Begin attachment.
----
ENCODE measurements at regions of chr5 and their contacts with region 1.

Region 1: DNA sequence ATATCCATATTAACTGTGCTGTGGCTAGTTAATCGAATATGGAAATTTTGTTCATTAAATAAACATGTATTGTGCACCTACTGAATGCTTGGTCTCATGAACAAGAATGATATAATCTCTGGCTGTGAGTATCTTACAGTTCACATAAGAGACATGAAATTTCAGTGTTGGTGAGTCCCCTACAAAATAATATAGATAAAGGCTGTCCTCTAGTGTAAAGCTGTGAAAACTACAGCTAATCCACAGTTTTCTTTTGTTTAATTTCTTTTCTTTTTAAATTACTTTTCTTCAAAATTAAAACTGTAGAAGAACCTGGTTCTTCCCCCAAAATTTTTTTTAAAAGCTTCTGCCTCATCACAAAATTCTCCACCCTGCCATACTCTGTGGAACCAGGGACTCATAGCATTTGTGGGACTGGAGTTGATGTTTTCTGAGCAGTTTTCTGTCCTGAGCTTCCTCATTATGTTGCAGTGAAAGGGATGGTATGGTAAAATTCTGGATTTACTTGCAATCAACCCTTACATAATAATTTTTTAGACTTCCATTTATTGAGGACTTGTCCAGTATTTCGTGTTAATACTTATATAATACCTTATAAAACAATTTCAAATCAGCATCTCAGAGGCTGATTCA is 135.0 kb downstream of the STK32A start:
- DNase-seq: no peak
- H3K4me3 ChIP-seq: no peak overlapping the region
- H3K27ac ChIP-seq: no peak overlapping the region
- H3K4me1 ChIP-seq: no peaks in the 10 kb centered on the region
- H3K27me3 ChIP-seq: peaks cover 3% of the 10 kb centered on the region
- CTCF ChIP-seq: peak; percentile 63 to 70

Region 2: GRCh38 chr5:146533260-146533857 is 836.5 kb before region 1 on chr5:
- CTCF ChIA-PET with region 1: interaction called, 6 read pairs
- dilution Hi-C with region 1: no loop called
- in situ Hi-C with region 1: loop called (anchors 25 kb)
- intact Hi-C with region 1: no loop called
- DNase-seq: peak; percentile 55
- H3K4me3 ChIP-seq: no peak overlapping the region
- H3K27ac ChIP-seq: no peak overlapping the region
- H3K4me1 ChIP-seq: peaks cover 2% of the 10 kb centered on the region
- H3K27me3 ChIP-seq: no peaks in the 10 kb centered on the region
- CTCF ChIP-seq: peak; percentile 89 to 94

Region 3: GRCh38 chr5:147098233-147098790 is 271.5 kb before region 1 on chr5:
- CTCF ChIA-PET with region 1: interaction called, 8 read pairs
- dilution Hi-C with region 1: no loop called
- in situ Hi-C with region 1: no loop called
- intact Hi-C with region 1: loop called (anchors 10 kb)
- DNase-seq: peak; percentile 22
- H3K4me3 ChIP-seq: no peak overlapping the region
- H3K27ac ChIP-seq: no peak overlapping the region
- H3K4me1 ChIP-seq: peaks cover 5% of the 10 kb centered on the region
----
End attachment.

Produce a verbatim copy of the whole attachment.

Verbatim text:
ENCODE measurements at regions of chr5 and their contacts with region 1.

Region 1: DNA sequence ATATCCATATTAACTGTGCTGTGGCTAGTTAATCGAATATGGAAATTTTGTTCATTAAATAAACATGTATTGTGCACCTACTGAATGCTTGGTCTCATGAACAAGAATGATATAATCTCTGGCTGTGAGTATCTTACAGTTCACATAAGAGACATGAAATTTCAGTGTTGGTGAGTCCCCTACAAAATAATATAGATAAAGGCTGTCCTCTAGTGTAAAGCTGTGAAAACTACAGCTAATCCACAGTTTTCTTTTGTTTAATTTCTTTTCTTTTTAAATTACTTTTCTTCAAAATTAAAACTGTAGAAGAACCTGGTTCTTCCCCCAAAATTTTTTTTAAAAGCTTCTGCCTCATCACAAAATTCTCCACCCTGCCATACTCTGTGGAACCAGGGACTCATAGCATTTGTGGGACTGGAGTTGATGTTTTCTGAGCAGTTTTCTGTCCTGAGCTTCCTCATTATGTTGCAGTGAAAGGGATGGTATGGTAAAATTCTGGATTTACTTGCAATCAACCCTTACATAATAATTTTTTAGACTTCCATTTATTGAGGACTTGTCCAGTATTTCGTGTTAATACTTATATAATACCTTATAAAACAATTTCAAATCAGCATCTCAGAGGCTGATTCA is 135.0 kb downstream of the STK32A start:
- DNase-seq: no peak
- H3K4me3 ChIP-seq: no peak overlapping the region
- H3K27ac ChIP-seq: no peak overlapping the region
- H3K4me1 ChIP-seq: no peaks in the 10 kb centered on the region
- H3K27me3 ChIP-seq: peaks cover 3% of the 10 kb centered on the region
- CTCF ChIP-seq: peak; percentile 63 to 70

Region 2: GRCh38 chr5:146533260-146533857 is 836.5 kb before region 1 on chr5:
- CTCF ChIA-PET with region 1: interaction called, 6 read pairs
- dilution Hi-C with region 1: no loop called
- in situ Hi-C with region 1: loop called (anchors 25 kb)
- intact Hi-C with region 1: no loop called
- DNase-seq: peak; percentile 55
- H3K4me3 ChIP-seq: no peak overlapping the region
- H3K27ac ChIP-seq: no peak overlapping the region
- H3K4me1 ChIP-seq: peaks cover 2% of the 10 kb centered on the region
- H3K27me3 ChIP-seq: no peaks in the 10 kb centered on the region
- CTCF ChIP-seq: peak; percentile 89 to 94

Region 3: GRCh38 chr5:147098233-147098790 is 271.5 kb before region 1 on chr5:
- CTCF ChIA-PET with region 1: interaction called, 8 read pairs
- dilution Hi-C with region 1: no loop called
- in situ Hi-C with region 1: no loop called
- intact Hi-C with region 1: loop called (anchors 10 kb)
- DNase-seq: peak; percentile 22
- H3K4me3 ChIP-seq: no peak overlapping the region
- H3K27ac ChIP-seq: no peak overlapping the region
- H3K4me1 ChIP-seq: peaks cover 5% of the 10 kb centered on the region